Tensorflow is a numerical computation library that provides many features for defining your computation. It represents the mathematical operations as nodes in a graph essentially forming a data flow graph. But these are quite low level and requires quite a lot of experience and code. It also provides several high level APIs that allow us to quickly build a computational model on top of it. Estimator is one of them that simplifies machine learning programming. It allows us to quickly build a model, train, evaluate and export for use in production.


Estimator API provides pre-made models like linear regression model, deep neural network based classifier, decision trees etc. In this tutorial we’ll train and evaluate LinearRegressor to predict house prices.


For the dataset, we’ll be using California housing dataset. We’ll also split the dataset into training and evaluation set.

from sklearn.datasets.california_housing import fetch_california_housing
import pandas as pd
import numpy as np
dataset = fetch_california_housing()
df = pd.DataFrame(, columns=dataset.feature_names)
df['label'] =
p = np.random.normal(size=(len(df))) < 0.7
train_df = df[p]
eval_df = df[~p]
print(len(train_df), len(eval_df))


Total training set include 15639 samples and evaluation set contains 5001 samples.

Using Estimator API

We’ll need to do the following to use pre-made Estimators:

  1. create input function
  2. define feature columns
  3. initialize a model
  4. train the model

Creating input functions

Input functions are used to return data for training, evaluating and prediction. There are two utility functions provided by tensorflow in tf.estimator.inputs module to create input functions. numpy_input_fn returns an input function that feeds a dictionary of numpy arrays while pandas_input_fn returns an input function that feeds a Pandas dataframe to the model. We’ll use pandas_input_fn to create our input function.

def get_input_function(df, num_epochs):
   return tf.estimator.inputs.pandas_input_fn(x=df, 
      queue_capacity=1000, # size of read queue

Feature columns

Next, we need to define the feature columns we want to use in our model. A feature column is an object describing how the model should use the raw input data. There are many options in _tf.feature_column_module to represent the data. For this demo, we’ll only use median income to predict the price, so we define a numeric column named ‘MedInc’ as one of our features. If we intent to use other, we can add them to the list.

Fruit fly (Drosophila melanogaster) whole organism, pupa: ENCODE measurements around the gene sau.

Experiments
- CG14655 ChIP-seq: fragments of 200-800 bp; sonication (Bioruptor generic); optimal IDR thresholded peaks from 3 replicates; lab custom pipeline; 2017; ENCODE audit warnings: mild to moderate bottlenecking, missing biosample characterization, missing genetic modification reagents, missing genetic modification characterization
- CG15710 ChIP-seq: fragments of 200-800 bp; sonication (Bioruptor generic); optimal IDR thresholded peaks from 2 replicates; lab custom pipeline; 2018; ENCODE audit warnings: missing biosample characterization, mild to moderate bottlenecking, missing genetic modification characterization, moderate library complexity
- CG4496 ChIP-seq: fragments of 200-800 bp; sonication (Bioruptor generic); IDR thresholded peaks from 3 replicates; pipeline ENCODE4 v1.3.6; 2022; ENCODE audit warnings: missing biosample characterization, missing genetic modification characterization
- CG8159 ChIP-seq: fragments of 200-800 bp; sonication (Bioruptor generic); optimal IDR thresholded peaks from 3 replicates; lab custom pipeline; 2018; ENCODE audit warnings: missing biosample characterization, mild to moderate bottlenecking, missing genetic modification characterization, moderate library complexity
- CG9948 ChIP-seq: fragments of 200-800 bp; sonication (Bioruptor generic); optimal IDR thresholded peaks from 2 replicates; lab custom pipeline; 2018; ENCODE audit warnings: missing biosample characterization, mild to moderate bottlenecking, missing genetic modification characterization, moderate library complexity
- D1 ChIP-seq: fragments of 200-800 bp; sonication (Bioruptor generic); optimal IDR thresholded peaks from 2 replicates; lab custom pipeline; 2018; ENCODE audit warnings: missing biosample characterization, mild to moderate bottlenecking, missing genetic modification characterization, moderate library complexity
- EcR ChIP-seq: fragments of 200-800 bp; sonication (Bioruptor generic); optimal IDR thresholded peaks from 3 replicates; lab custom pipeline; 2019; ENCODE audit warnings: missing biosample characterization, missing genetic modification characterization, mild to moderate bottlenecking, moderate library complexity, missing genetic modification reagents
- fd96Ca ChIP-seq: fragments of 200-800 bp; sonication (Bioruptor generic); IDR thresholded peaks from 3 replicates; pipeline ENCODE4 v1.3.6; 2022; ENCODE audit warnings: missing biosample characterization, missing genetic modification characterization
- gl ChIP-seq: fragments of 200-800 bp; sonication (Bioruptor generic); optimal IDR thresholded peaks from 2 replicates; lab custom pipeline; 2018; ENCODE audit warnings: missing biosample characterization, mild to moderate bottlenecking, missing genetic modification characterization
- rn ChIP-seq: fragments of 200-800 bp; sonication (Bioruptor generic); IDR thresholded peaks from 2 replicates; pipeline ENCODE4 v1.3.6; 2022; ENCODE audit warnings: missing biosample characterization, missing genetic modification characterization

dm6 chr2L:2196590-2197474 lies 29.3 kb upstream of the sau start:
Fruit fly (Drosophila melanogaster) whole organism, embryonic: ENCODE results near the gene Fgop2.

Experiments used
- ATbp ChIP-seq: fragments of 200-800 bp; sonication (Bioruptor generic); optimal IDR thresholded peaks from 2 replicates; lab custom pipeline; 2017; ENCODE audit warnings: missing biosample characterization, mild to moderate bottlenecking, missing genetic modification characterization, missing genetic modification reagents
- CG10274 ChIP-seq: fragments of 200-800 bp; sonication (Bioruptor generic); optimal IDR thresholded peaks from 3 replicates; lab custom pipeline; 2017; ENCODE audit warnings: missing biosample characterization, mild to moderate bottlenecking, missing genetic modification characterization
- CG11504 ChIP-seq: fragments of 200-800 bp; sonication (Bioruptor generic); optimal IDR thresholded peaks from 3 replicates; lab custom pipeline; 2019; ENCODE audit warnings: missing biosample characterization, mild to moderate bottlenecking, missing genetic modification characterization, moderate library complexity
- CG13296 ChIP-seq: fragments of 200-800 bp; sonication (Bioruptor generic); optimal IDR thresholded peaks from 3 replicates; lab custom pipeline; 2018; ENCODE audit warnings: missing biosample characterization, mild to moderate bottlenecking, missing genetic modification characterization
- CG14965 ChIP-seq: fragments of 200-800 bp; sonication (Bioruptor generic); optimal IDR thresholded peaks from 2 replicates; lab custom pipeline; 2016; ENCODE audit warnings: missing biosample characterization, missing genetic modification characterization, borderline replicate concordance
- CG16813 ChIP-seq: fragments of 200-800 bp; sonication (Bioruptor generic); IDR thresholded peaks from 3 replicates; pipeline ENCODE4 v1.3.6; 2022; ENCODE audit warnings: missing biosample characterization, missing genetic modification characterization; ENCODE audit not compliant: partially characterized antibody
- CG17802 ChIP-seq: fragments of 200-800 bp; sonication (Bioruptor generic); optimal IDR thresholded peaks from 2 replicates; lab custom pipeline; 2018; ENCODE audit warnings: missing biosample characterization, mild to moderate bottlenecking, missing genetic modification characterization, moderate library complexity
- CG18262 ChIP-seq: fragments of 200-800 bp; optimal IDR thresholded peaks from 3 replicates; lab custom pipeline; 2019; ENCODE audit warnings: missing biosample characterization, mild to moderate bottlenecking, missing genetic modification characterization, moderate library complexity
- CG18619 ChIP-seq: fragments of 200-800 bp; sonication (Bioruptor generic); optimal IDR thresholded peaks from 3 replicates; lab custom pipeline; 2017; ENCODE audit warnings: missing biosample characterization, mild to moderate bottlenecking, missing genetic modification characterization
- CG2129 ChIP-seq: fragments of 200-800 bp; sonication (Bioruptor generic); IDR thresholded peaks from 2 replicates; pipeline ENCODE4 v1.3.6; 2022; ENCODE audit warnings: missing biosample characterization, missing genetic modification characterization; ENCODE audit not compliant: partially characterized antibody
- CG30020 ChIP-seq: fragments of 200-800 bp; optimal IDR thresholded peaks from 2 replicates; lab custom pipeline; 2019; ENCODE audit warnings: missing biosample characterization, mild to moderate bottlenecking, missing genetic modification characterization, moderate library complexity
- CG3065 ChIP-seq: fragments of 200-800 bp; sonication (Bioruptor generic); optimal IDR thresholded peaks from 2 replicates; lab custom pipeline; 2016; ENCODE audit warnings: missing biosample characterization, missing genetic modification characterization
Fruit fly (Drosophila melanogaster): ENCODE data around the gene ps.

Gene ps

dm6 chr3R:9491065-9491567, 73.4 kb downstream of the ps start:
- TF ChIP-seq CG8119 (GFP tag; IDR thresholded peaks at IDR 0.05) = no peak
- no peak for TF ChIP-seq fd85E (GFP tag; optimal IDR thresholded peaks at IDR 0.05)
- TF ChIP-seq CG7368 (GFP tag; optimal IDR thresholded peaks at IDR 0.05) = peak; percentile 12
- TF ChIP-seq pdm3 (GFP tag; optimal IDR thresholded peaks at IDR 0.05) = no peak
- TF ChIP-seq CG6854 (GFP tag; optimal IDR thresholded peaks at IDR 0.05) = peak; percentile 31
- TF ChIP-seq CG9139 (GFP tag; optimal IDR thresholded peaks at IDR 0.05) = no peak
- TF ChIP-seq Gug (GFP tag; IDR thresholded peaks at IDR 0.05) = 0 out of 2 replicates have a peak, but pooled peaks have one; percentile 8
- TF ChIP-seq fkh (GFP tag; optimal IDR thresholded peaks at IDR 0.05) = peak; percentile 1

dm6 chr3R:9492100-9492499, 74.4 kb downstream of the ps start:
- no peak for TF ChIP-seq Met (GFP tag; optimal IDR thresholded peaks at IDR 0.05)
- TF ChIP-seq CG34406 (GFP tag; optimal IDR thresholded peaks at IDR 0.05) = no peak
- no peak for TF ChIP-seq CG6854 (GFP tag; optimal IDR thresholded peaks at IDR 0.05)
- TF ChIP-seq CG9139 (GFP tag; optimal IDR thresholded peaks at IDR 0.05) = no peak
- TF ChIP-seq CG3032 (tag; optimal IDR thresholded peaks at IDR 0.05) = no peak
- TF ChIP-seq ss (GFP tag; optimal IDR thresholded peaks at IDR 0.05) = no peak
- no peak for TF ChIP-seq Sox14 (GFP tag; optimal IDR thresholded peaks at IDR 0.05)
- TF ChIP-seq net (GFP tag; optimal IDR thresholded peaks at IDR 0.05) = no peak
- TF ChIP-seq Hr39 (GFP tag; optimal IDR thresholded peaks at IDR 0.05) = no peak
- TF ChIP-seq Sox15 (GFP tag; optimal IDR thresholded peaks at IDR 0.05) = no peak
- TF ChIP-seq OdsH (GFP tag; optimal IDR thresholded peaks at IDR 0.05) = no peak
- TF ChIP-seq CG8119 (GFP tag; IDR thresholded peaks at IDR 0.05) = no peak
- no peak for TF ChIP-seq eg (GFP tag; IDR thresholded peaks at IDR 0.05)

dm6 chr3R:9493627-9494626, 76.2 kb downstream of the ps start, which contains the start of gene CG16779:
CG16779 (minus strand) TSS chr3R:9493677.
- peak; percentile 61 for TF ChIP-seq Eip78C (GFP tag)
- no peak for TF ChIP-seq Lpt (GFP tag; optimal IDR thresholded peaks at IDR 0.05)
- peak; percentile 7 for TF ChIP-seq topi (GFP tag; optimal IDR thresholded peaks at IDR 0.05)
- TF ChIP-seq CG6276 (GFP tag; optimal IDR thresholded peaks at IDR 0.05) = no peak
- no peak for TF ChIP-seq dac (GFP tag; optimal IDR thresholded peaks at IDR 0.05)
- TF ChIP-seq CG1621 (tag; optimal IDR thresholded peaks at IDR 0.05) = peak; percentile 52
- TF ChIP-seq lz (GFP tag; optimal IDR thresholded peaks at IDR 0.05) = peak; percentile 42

def get_feature_columns():
   return [
      # many others if we use it

Note that even though we passed the whole dataframe to x parameter in our get_input_function, the model will only use the columns that we specify in the feature columns.

Create/train/evaluate estimator

Not we can create our estimator and train it. We’ll create a Linear model and define training and evaluation specs. Then we can call train_and_evaluate function. It takes care of training, evaluating, creating model checkpoints all for free! We can also individually train and evaluate by calling estimator.train and estimator.evaluate functions respectively.

def train_and_evaluate(output_dir, num_train_steps):
   estimator = tf.estimator.LinearRegressor(feature_columns=get_feature_columns(), model_dir=output_dir)
   train_spec = tf.estimator.TrainSpec(input_fn=get_input_function(train_df, num_epochs=8), 
   eval_spec = tf.estimator.EvalSpec(input_fn=get_input_function(eval_df, num_epochs=1), # use eval dataset
      steps=None, # evaluate until input function raises end-of-input exception
      start_delay_secs=1, # start evaluating after waiting for 1 seconds
      throttle_secs=10, # evaluate every 10 seconds
   tf.estimator.train_and_evaluate(estimator, train_spec, eval_spec)
   train_and_evaluate("./output", 5000)   

Loading saved model for making predictions

In the previous step, we specified model_dir parameter to create checkpoints. When we want to load the model we can use the checkpoint data to load the state of our model at that instant. We can pass model_dir parameter when creating the estimator and all the trained parameters of the model will be loaded so that we can make predictions or resume training.
To predict we can use predict function of the estimator which returns a Python generator. The generator can either return the predictions one by one or in bulk. This behaviour is defined by yield_single_examples parameter. If you set yield_single_examples to True then, it will yield predictions for batch_size number of rows that we’ve defined in get_input_function. In this case, it will yield 128 predictions at a time since our batch_size is 128. Another thing to note is that the predict function returns a dictionary and the predicted values in a numpy column vector i.e. a matrix with dimensions batch_size x 1 so we use flatten function to convert it to a normal array.

estimator = tf.estimator.LinearRegressor(feature_columns=get_feature_columns(), model_dir="./output")
estimator.evaluate(get_input_function(eval_df, 1))
# {'average_loss': 0.7667341, 'global_step': 5000, 'loss': 95.86093}
predictions = []
for p_dict in estimator.predict(get_input_function(eval_df, 1), yield_single_examples=False):
# p_dict is a dictionary with a 'predictions' key 


To summarize, Estimator API provides a high level api for building machine learning models that reduces a lot of boilerplate code. In future posts, we’ll use the Estimator APIs to train a deep neural network locally as well as in the cloud. We’ll also deploy our trained model in Google cloud so that it can be accessed via REST API.